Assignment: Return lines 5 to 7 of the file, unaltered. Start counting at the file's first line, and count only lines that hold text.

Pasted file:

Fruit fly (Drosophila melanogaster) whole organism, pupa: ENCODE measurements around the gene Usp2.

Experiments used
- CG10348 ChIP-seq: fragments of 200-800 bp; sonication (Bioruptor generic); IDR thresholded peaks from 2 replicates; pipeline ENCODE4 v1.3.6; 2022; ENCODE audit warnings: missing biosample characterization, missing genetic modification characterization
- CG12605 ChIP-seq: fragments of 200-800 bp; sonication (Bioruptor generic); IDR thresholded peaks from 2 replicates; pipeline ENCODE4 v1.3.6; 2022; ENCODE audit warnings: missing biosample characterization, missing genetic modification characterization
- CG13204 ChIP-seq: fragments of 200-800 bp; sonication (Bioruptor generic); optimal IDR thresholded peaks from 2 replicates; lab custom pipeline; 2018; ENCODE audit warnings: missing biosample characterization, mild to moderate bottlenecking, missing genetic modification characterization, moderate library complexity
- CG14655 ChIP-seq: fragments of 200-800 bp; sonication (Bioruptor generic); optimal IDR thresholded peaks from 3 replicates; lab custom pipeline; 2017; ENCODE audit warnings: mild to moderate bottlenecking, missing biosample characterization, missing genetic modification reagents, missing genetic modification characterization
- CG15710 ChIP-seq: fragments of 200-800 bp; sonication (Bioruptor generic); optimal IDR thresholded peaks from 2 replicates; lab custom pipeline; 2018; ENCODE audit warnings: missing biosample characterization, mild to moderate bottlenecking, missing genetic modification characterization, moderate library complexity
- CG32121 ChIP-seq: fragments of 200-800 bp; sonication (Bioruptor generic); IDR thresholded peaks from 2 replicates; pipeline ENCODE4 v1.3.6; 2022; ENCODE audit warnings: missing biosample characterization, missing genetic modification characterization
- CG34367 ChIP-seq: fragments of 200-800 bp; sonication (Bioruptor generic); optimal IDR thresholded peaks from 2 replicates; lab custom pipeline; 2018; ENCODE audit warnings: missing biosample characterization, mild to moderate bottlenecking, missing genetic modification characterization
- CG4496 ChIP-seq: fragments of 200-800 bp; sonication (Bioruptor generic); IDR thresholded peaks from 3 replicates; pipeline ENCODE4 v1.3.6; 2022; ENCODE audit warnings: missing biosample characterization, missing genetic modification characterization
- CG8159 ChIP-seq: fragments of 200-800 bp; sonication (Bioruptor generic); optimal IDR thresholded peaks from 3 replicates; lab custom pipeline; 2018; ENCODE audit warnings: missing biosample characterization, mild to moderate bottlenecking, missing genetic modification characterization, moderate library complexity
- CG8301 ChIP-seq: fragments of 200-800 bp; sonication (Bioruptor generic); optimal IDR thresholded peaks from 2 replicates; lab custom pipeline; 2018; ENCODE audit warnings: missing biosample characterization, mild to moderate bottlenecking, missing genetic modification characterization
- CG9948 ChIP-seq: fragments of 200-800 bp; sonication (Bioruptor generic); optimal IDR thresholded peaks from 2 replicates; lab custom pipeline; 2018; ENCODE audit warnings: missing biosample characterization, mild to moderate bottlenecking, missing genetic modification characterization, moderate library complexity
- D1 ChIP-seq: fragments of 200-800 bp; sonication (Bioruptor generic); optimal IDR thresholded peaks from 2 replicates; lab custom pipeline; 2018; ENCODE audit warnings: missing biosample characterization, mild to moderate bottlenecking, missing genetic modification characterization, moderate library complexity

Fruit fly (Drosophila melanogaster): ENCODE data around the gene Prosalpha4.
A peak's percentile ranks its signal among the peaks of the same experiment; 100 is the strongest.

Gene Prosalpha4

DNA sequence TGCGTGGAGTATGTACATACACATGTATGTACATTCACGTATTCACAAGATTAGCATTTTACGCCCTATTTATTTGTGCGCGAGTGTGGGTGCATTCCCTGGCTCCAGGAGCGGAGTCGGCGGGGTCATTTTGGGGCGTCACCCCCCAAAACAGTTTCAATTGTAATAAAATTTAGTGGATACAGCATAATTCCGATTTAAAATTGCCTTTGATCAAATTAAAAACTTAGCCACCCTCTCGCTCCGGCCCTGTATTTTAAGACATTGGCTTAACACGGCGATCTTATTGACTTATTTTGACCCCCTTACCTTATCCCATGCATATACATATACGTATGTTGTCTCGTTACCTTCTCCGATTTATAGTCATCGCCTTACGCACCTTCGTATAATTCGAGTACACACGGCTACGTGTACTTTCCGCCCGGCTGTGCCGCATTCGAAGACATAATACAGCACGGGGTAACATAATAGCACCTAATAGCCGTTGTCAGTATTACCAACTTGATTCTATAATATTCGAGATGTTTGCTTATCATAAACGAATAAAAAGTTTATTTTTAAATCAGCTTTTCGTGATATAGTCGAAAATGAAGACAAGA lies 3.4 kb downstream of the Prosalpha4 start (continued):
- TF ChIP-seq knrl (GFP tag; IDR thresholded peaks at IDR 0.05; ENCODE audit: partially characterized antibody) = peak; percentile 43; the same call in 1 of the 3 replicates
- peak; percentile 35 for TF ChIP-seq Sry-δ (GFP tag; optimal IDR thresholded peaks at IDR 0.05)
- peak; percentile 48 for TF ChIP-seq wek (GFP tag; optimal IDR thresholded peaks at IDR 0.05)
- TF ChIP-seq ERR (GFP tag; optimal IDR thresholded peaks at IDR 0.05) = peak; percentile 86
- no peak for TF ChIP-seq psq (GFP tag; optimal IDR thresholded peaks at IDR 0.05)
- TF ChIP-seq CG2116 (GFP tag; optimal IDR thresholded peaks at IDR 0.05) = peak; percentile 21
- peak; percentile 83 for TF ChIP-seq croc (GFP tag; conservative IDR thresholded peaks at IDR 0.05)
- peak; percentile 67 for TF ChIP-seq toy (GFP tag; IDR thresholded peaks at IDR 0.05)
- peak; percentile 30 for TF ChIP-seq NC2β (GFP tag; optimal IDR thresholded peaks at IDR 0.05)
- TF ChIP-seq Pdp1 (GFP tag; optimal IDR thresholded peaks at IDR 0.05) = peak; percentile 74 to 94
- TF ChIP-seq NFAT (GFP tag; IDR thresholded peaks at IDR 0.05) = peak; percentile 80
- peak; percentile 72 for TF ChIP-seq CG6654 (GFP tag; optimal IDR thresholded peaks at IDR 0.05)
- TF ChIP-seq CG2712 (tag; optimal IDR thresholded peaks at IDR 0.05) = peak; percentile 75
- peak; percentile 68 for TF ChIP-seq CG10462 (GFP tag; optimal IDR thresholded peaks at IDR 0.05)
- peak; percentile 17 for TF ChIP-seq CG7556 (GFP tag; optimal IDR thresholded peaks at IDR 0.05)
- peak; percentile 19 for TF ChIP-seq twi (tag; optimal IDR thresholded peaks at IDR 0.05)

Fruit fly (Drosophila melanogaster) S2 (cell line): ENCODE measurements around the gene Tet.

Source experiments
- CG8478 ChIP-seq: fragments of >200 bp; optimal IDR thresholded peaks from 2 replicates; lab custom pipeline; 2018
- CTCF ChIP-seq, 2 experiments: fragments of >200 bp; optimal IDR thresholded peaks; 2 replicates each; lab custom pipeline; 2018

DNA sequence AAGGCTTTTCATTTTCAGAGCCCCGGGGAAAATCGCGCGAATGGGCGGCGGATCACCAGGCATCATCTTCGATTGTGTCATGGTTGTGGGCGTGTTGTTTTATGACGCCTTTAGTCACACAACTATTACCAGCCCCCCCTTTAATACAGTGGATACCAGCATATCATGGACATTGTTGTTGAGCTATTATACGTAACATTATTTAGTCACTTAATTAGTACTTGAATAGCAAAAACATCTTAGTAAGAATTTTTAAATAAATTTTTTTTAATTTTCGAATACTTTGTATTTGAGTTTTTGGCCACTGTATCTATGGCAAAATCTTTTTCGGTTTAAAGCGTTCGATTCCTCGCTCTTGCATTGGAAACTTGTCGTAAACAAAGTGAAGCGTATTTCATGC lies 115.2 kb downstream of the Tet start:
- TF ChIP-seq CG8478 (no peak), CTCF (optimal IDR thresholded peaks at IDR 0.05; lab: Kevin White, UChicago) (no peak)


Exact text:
- CG13204 ChIP-seq: fragments of 200-800 bp; sonication (Bioruptor generic); optimal IDR thresholded peaks from 2 replicates; lab custom pipeline; 2018; ENCODE audit warnings: missing biosample characterization, mild to moderate bottlenecking, missing genetic modification characterization, moderate library complexity
- CG14655 ChIP-seq: fragments of 200-800 bp; sonication (Bioruptor generic); optimal IDR thresholded peaks from 3 replicates; lab custom pipeline; 2017; ENCODE audit warnings: mild to moderate bottlenecking, missing biosample characterization, missing genetic modification reagents, missing genetic modification characterization
- CG15710 ChIP-seq: fragments of 200-800 bp; sonication (Bioruptor generic); optimal IDR thresholded peaks from 2 replicates; lab custom pipeline; 2018; ENCODE audit warnings: missing biosample characterization, mild to moderate bottlenecking, missing genetic modification characterization, moderate library complexity